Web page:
On Jan. 4, the Kansas City Board of Trade July wheat contract price of \$3.85 matched the contract high that had been set on Oct. 12, 2005. Using a five-year average basis of 34 cents, the market was projecting a June wheat price of \$3.51 (\$3.85 — 34 cents).

The winter wheat crop is normally made in March, April and May. If moisture is below average during the spring, June wheat prices will average above \$3.51. If moisture is above average, wheat prices will be below \$3.45.

Since 1986, Oklahoma and Texas Panhandle wheat harvest prices have averaged above \$3.50 four times, or 20 percent of the time. The average June wheat price was \$3.87 in 1989, \$3.88 in 1995, \$5.48 in 1996 and \$3.47 in 2004.

Ask your local elevator what basis they are offering for harvest delivered wheat. Some elevators in Oklahoma and the Texas are offering a harvest delivery contract with a minus 35-cents basis. Using a minus 35-cents basis, the forward contract price would be 35 cents less than KCBT July wheat contract price.

Currently, the KCBT July wheat contract is about \$3.80. Using the minus 35-cents basis, wheat may be forward contracted for harvest delivery for \$3.45 per bushel.

A KCBT July \$3.80 call option contract may be purchased for about 25 cents. Thus, if wheat is forward contracted for \$3.45 and a \$3.80 KCBT July “at the money” call is purchased, a minimum price would be set at \$3.20.

Forward contracting and buying a call option contract for each 5,000 bushels forward contracted, sets a guaranteed minimum price. The forward contracted price will be received for the wheat and the only cost is the call premium (25 cents).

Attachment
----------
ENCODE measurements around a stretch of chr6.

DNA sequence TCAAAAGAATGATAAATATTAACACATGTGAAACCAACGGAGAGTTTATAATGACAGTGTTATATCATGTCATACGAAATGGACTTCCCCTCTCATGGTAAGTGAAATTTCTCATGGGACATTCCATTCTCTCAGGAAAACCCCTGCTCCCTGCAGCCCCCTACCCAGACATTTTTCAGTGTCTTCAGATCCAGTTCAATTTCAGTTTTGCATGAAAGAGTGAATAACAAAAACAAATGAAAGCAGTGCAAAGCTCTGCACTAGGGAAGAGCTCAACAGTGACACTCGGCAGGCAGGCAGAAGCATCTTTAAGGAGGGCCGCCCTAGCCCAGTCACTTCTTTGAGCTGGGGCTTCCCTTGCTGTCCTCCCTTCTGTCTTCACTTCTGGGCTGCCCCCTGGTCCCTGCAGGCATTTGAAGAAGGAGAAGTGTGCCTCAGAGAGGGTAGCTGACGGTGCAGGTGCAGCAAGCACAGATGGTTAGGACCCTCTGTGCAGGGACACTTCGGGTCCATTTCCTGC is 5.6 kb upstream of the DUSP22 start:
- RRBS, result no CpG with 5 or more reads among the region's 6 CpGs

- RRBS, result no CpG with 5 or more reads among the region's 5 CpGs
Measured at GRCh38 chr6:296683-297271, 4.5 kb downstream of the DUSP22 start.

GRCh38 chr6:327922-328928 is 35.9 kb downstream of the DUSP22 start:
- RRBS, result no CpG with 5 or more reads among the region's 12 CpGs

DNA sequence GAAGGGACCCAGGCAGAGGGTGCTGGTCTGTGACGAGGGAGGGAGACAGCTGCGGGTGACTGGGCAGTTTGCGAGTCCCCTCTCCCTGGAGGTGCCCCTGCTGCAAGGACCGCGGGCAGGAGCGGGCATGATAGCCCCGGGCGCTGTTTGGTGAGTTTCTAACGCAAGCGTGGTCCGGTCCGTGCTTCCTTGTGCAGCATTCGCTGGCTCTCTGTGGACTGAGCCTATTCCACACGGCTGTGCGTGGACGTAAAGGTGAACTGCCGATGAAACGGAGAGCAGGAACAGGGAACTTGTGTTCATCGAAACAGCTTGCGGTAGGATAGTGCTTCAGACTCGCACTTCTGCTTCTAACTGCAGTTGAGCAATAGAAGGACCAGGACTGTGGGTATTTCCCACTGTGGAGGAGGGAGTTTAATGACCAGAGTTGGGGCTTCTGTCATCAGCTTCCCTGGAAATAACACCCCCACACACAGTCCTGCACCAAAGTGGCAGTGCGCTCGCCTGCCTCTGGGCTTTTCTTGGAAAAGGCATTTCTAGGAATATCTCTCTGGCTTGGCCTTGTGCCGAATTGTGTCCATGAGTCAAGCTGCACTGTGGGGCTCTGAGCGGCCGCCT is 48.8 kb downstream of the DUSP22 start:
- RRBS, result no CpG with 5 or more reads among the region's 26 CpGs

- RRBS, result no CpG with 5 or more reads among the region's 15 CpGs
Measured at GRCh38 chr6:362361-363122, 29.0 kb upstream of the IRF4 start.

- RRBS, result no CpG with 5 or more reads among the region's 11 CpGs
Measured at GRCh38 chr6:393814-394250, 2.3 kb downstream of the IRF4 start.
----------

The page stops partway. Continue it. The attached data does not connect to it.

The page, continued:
The net price received will increase by the amount the KCBT July wheat contract price is above the strike price plus the premium (\$4.05 in this case). For example, if the KCBT July wheat contract price is \$4.20, the net price would be \$3.65. This is the \$3.45 forward contract minus the 25-cents call premium plus the 40-cents gain for the call.

An expected minimum price may be established by buying a KCBT July put option contract. An “at the money” July put option may be purchased for about 25 cents per bushel or \$1,250 per 5,000-bushel contract. Buying a \$3.80 July put option for 25 cents produces an expected minimum price of \$3.20 (\$3.80 - \$0.25 — 35-cents basis).

With a put option contract, the price received could be less than the expected \$3.20. While the futures price is locked in at \$3.80, the basis is not locked in at a minus 35 cents. If prices decline and the basis is lower than the expected minus 35 cents, then the net price received will be less than \$3.20.

For example, if in June the KCBT July wheat contract price is \$3.40 and the basis is a minus 40 cents, the net price received would be \$3.15. This is the \$3 cash price received (\$3.40 — 40-cents basis = \$3) plus the 40-cents put option gain (\$3.80 - \$3.40) minus the 25-cents premium (\$3 + 40 cents — 25 cents).

Forward contracting locks in both the futures price and the basis while buying call option contracts facilitates the capture of a higher futures contract price.

Buying put option contracts lock in the futures price but not the basis while allowing the capture of higher cash prices.

Prices may also be set by selling KCBT July contracts. This locks in the future's contract price but does not lock in the basis.

The actual June wheat price will be determined by the weather. Much of the winter wheat belt is in drought conditions. Timely rain will result in lower prices than is now being offered and dry spring conditions will result in higher harvest prices.